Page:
Thus, the PRC was the strictest regulator of the Crypto-currency. This is a strange turn of events, because in 2017, Chinese bitcoin miners left more than 70% of all world’s miners, and the popularization of crypto-currency in China passed at a speed much ahead of other countries.
Most likely, the strict measures of the Chinese government are connected with the country’s orientation toward combating capital outflow and corruption.
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Our country has not yet decided how to implement crypto-currency regulation. In September last year, the head of the Central Bank of Russia Elvira Nabiullina said that the bank opposes the regulation of bitcoin as a currency (as a means of payment for goods and services), as well as against equating them to foreign currency.
In September, Deputy Finance Minister Alexei Moiseev said that the calculations in digital currency are not legal.
President Vladimir Putin accepted the position of the Ministry of Finance, saying that the use of crypto-currency is accompanied by a serious risk and can be used for laundering criminal money, tax evasion, financing terrorism and spreading fraudulent schemes.
In December 2017, the Ministry of Finance proposed to conduct the taxation of the mining of crypto-currency. In January this year, Vladimir Putin once again hinted at the need for future regulation of the digital currency industry:
Two weeks later, on January 25, the Ministry of Finance published a bill entitled “On Digital Financial Assets . ” If this law is adopted, the crypto currency and tokens are recognized as digital financial assets, but they will not be considered legal tender in the territory of the Russian Federation. The Finance Ministry proposed to legislatively fix the crypto currency as property in electronic form and establish a special procedure for making transactions with it on the territory of the country.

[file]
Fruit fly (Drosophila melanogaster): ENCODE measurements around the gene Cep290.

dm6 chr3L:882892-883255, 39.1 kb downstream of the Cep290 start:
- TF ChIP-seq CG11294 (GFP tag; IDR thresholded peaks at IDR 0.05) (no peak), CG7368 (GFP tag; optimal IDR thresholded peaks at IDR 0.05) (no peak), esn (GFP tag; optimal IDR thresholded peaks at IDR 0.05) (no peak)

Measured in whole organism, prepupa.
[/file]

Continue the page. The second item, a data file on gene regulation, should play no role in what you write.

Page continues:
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The authorized representative of the President of the Russian Federation for the protection of entrepreneurs’ rights and presidential candidate Boris Titov said that this draft law is too harsh, and it is better not to accept anything than to accept the project in its present form.
Consideration of the proposed versions of bills in the State Duma is already underway, but the choice of one of them will be held only in the spring.
In the past, this country was famous for its significant presence of crypto-currencies and at first it was even considered a saving harbor, in which it was supposed to seek salvation after the bans declared by China.
However, in January 2018, Korean officials expressed disagreement over the future regulation of the digital currency industry. Uncertainty and possible negative consequences of regulation caused a drop in prices on the crypto-currency markets on Red Tuesday, and also on January 30, when the law prohibiting trade in crypto currency from anonymous accounts came into effect . The possible complete ban of the crypto-currency trade was canceled due to active opposition from the community.